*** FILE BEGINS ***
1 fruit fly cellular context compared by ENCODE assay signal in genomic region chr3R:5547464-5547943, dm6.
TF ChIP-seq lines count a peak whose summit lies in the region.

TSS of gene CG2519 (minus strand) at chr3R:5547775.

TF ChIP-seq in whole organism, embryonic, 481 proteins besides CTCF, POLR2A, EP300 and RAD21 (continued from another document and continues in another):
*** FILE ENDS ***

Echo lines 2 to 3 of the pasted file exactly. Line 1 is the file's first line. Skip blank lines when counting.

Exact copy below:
TF ChIP-seq lines count a peak whose summit lies in the region.

TSS of gene CG2519 (minus strand) at chr3R:5547775.